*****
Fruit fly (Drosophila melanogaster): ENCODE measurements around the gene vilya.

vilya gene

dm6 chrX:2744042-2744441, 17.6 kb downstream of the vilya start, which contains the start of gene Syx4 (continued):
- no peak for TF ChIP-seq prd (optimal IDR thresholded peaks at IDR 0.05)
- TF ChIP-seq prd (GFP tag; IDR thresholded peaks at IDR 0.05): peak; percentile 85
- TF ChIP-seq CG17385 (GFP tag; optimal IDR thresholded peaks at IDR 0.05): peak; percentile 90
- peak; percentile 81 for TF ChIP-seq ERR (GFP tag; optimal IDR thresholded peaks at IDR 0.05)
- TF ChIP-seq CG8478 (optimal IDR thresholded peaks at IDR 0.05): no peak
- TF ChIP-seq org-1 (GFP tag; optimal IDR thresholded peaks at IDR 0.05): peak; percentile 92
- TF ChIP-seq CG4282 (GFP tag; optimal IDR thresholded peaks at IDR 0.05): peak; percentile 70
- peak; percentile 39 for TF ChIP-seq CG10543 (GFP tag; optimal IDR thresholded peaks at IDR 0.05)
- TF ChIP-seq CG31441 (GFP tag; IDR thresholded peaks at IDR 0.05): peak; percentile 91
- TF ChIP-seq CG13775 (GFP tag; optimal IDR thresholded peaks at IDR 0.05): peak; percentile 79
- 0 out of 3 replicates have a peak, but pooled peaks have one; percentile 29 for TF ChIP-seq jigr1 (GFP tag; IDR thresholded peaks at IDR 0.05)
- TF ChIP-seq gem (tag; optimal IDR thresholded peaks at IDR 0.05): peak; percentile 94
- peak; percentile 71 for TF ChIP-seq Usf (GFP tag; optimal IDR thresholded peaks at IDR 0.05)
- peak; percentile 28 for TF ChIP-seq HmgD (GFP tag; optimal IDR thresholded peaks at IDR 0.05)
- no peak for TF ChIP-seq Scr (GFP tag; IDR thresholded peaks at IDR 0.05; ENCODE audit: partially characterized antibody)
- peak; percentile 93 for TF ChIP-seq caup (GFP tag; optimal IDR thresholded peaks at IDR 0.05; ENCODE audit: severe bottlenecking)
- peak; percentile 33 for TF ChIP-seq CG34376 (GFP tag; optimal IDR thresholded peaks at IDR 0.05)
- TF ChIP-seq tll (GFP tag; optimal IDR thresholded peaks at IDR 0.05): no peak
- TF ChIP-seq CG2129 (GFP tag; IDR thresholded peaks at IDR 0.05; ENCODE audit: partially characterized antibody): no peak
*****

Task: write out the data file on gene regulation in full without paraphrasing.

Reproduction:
Fruit fly (Drosophila melanogaster): ENCODE measurements around the gene vilya.

vilya gene

dm6 chrX:2744042-2744441, 17.6 kb downstream of the vilya start, which contains the start of gene Syx4 (continued):
- no peak for TF ChIP-seq prd (optimal IDR thresholded peaks at IDR 0.05)
- TF ChIP-seq prd (GFP tag; IDR thresholded peaks at IDR 0.05): peak; percentile 85
- TF ChIP-seq CG17385 (GFP tag; optimal IDR thresholded peaks at IDR 0.05): peak; percentile 90
- peak; percentile 81 for TF ChIP-seq ERR (GFP tag; optimal IDR thresholded peaks at IDR 0.05)
- TF ChIP-seq CG8478 (optimal IDR thresholded peaks at IDR 0.05): no peak
- TF ChIP-seq org-1 (GFP tag; optimal IDR thresholded peaks at IDR 0.05): peak; percentile 92
- TF ChIP-seq CG4282 (GFP tag; optimal IDR thresholded peaks at IDR 0.05): peak; percentile 70
- peak; percentile 39 for TF ChIP-seq CG10543 (GFP tag; optimal IDR thresholded peaks at IDR 0.05)
- TF ChIP-seq CG31441 (GFP tag; IDR thresholded peaks at IDR 0.05): peak; percentile 91
- TF ChIP-seq CG13775 (GFP tag; optimal IDR thresholded peaks at IDR 0.05): peak; percentile 79
- 0 out of 3 replicates have a peak, but pooled peaks have one; percentile 29 for TF ChIP-seq jigr1 (GFP tag; IDR thresholded peaks at IDR 0.05)
- TF ChIP-seq gem (tag; optimal IDR thresholded peaks at IDR 0.05): peak; percentile 94
- peak; percentile 71 for TF ChIP-seq Usf (GFP tag; optimal IDR thresholded peaks at IDR 0.05)
- peak; percentile 28 for TF ChIP-seq HmgD (GFP tag; optimal IDR thresholded peaks at IDR 0.05)
- no peak for TF ChIP-seq Scr (GFP tag; IDR thresholded peaks at IDR 0.05; ENCODE audit: partially characterized antibody)
- peak; percentile 93 for TF ChIP-seq caup (GFP tag; optimal IDR thresholded peaks at IDR 0.05; ENCODE audit: severe bottlenecking)
- peak; percentile 33 for TF ChIP-seq CG34376 (GFP tag; optimal IDR thresholded peaks at IDR 0.05)
- TF ChIP-seq tll (GFP tag; optimal IDR thresholded peaks at IDR 0.05): no peak
- TF ChIP-seq CG2129 (GFP tag; IDR thresholded peaks at IDR 0.05; ENCODE audit: partially characterized antibody): no peak